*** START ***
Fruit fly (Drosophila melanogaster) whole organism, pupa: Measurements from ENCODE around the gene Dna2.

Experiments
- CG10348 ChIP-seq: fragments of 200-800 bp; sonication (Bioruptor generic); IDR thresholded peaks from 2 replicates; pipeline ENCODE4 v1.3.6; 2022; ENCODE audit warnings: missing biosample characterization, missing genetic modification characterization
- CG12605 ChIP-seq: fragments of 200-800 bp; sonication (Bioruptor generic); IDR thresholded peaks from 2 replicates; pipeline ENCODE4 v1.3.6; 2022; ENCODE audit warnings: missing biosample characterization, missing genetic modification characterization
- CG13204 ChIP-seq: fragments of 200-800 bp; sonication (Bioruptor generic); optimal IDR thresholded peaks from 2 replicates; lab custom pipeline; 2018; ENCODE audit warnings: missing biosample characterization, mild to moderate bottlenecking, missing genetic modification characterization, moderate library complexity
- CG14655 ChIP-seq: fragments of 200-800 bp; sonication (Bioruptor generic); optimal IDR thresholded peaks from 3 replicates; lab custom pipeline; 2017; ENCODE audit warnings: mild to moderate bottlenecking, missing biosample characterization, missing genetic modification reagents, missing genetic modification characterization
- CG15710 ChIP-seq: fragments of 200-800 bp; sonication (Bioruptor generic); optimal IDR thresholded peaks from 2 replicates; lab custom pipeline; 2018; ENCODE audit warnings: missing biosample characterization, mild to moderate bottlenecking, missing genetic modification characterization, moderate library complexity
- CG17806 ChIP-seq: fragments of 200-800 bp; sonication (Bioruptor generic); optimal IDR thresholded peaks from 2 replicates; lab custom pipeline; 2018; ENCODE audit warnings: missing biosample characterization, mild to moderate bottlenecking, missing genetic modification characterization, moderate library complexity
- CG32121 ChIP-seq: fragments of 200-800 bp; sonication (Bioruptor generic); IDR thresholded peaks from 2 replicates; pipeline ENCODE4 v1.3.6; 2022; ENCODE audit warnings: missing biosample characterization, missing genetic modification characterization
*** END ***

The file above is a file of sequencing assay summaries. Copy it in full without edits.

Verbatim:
Fruit fly (Drosophila melanogaster) whole organism, pupa: Measurements from ENCODE around the gene Dna2.

Experiments
- CG10348 ChIP-seq: fragments of 200-800 bp; sonication (Bioruptor generic); IDR thresholded peaks from 2 replicates; pipeline ENCODE4 v1.3.6; 2022; ENCODE audit warnings: missing biosample characterization, missing genetic modification characterization
- CG12605 ChIP-seq: fragments of 200-800 bp; sonication (Bioruptor generic); IDR thresholded peaks from 2 replicates; pipeline ENCODE4 v1.3.6; 2022; ENCODE audit warnings: missing biosample characterization, missing genetic modification characterization
- CG13204 ChIP-seq: fragments of 200-800 bp; sonication (Bioruptor generic); optimal IDR thresholded peaks from 2 replicates; lab custom pipeline; 2018; ENCODE audit warnings: missing biosample characterization, mild to moderate bottlenecking, missing genetic modification characterization, moderate library complexity
- CG14655 ChIP-seq: fragments of 200-800 bp; sonication (Bioruptor generic); optimal IDR thresholded peaks from 3 replicates; lab custom pipeline; 2017; ENCODE audit warnings: mild to moderate bottlenecking, missing biosample characterization, missing genetic modification reagents, missing genetic modification characterization
- CG15710 ChIP-seq: fragments of 200-800 bp; sonication (Bioruptor generic); optimal IDR thresholded peaks from 2 replicates; lab custom pipeline; 2018; ENCODE audit warnings: missing biosample characterization, mild to moderate bottlenecking, missing genetic modification characterization, moderate library complexity
- CG17806 ChIP-seq: fragments of 200-800 bp; sonication (Bioruptor generic); optimal IDR thresholded peaks from 2 replicates; lab custom pipeline; 2018; ENCODE audit warnings: missing biosample characterization, mild to moderate bottlenecking, missing genetic modification characterization, moderate library complexity
- CG32121 ChIP-seq: fragments of 200-800 bp; sonication (Bioruptor generic); IDR thresholded peaks from 2 replicates; pipeline ENCODE4 v1.3.6; 2022; ENCODE audit warnings: missing biosample characterization, missing genetic modification characterization